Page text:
Christians in the Middle East: Building Bridges between East and West, Old and New

By Kalaitzidis, Pantelis | The Ecumenical Review, March 2012 | Go to article overview

Christians in the Middle East: Building Bridges between East and West, Old and New


Kalaitzidis, Pantelis, The Ecumenical Review


I am no expert on the problems and trends in the Middle East, and my daily life is not fraught with the difficulties faced by those who contend daily with the experience of living in the Middle East. Yet I believe that witness functions in a two-fold manner: those of us outside of Palestine and the Middle East have much to learn about the daily lives and problems of the Christians there, but perhaps we also have something to convey to Christians of the Middle East, not because we know their situation better than they do, but because our study of the problems under discussion, as well as of the tradition and life of the Christians of the Middle East, has taught us much.

In my presentation, then, starting from my limited experience with the people, churches and countries of the region, I would like to share here some of what I learned from my visits to the Middle East. This is about how a Greek Orthodox theologian understands the presence and witness of Christians in the Middle East today, what he sees in them, and what he fears for them. Rather than a systematically developed paper, this is essentially a personal witness and testimony, which may risk falling into oversimplifications or even "orientalistic" stereotypes.

This began for me in July 1982 in Thessaloniki, when, upon entering a religious bookstore, I was captivated by the Arabic and Greek chanting that I heard there. A woman's voice, like a soft caress and smooth as silk, transported me to another world, both familiar but also quite different from what I had known. No one could tell me exactly what I was hearing except that it was from Lebanon. Later, during post-graduate studies in France, I discovered that the music and chanting that had so moved me was from the album "Good Friday" by Fairuz, a Christian singer from Lebanon. Before then I had been unaware of the significance of that name, and unaware of the nostalgic emotions and feelings that it evoked in the East--and not only among Christians.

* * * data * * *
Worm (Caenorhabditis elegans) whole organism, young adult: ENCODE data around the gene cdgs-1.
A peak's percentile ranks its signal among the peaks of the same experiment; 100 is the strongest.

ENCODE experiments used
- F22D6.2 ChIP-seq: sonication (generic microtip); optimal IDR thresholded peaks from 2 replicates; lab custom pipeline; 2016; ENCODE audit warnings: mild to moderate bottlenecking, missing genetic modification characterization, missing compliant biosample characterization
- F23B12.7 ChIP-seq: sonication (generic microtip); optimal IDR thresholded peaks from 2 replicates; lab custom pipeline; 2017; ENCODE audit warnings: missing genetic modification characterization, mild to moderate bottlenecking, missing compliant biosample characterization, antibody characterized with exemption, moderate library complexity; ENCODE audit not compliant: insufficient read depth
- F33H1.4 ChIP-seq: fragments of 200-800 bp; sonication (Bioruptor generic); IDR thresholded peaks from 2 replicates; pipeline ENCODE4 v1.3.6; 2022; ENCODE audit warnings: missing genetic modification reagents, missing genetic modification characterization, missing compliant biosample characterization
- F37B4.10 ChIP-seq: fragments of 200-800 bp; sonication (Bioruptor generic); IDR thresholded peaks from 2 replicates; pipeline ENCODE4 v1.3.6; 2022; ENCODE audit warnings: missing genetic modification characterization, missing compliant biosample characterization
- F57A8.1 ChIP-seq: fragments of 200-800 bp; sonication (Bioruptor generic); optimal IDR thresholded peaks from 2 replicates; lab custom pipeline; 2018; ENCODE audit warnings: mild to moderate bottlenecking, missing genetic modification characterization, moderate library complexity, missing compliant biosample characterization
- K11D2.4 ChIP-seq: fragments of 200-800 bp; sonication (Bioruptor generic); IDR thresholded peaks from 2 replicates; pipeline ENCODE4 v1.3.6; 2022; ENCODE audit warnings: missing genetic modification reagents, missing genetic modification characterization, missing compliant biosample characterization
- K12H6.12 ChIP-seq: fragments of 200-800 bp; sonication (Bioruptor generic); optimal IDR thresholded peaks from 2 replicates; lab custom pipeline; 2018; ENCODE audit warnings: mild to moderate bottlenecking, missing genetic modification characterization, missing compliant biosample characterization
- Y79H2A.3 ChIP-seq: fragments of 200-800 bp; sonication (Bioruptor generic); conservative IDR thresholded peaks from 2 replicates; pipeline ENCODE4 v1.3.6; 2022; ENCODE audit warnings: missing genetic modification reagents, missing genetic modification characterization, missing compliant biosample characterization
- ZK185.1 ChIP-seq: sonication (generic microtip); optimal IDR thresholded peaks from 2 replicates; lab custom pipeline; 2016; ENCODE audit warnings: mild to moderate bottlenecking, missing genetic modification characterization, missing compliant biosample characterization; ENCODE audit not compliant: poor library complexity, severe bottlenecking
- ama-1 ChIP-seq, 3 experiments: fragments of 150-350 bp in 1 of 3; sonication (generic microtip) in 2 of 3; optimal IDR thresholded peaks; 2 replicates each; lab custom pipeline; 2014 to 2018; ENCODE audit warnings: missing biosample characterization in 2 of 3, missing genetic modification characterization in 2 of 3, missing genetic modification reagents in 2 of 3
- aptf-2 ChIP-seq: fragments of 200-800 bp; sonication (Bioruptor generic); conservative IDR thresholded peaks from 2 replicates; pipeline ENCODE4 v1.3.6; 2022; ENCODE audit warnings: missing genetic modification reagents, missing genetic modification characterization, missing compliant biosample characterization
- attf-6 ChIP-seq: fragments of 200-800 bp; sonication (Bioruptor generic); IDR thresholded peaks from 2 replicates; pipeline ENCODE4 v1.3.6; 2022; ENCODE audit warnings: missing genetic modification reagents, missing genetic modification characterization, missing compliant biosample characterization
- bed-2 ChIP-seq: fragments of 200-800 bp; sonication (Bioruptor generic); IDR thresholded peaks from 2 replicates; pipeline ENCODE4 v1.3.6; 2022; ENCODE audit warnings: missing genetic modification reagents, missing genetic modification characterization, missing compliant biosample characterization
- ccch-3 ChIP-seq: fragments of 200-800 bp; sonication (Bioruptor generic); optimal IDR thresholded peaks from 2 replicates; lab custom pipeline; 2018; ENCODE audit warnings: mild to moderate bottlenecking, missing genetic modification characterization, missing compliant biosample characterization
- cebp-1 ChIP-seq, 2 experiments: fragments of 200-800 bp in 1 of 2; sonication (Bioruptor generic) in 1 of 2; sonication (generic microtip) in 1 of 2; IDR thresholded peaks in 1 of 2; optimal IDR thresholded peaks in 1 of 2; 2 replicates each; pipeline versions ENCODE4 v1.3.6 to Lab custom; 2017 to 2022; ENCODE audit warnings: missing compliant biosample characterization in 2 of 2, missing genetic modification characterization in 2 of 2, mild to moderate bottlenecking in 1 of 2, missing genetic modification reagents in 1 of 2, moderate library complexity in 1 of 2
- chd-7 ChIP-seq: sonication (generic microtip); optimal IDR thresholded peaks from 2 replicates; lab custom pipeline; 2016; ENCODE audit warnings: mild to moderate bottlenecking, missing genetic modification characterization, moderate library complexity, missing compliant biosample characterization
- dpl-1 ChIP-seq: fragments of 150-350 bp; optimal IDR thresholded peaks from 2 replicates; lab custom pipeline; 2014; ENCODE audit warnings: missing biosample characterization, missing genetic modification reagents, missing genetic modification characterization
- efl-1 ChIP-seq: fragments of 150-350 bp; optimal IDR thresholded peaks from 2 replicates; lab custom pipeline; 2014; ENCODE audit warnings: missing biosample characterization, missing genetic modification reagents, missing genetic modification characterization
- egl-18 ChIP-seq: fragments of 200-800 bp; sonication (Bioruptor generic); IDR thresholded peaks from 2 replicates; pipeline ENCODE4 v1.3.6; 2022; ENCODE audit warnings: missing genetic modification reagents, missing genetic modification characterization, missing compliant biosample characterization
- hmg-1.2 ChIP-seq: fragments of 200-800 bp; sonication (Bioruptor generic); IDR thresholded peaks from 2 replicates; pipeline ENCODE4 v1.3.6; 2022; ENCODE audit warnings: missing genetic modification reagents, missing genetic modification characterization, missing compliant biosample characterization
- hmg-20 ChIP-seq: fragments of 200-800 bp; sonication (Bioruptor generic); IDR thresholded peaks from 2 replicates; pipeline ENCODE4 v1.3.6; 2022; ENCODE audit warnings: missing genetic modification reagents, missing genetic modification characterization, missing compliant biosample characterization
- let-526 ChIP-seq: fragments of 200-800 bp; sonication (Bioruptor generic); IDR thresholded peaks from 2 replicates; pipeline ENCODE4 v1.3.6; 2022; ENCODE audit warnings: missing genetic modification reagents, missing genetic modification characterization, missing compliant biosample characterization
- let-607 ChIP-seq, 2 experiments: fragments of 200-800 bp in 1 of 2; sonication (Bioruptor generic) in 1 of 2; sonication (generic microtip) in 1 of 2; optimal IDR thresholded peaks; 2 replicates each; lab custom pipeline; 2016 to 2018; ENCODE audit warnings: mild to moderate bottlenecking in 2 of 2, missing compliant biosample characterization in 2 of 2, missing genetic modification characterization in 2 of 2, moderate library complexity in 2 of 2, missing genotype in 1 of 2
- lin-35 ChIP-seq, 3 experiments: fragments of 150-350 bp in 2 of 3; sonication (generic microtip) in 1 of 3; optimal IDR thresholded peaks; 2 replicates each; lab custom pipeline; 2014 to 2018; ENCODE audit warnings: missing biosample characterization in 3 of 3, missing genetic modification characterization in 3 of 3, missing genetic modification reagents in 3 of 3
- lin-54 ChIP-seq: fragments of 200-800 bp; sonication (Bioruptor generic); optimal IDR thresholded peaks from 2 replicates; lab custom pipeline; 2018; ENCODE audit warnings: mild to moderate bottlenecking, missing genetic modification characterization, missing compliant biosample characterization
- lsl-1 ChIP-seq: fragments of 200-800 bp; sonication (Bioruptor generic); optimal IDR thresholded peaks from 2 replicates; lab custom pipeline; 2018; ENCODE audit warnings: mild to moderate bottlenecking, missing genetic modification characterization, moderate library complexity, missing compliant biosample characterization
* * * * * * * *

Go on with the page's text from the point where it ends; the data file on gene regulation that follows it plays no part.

This was the beginning of my long and multifaceted relationship with the various people of the East. After Fairuz, many other artists--mainly musicians, but also poets and writers of the region, Arabs, Turks, Iranians, Armenians, Jews--came to enrich my "secret garden" and broaden my horizons. Slowly, during my time living abroad, many things started to become clearer for me, and I began to move beyond various stereotypes and taboos, including, most importantly, Greece's relationship with Turkey and its other neighbors. During my stay in Paris I came to understand what Hellenism really was, diachronically, in its movement through history, before it was nationalized: a utopia (a compound Greek word meaning, literally, "no place"). Rather than an actual place or state, it is a way of life, a culture. "Hellenicity" or "Greekness" was always a vague and undefined mix of education, culture, religion, language and intellectual choices, which could not be delimited by geographic or ethnic boundaries. (1) Emerging from the narrow confines of the Greek milieu allowed me to better understand not only my own identity and tradition but also that of others, especially those others near to us in the Near and Middle East, whether they be Christian, Muslim, or Jewish.

Before actually travelling to the Middle East, I had already traveled there many times in my mind, soul and heart. I read books of all kinds, and spent countless hours in the old record shops of Paris, searching for albums of "oriental" music, from which I culled not only the sounds but also important information about the peoples and countries that were provided in the liner notes. I came to know people from different countries of the region; each of them had their own religion and culture, but primarily their own personal stories, which often did not accord with the official narrative and history of that country or religious community.

Of all that I learned, here I focus on what pertains to the theological/political theme of the Christian presence in the Middle East and the call for "witness," as well as some of my fears and uncertainties about these developments. …

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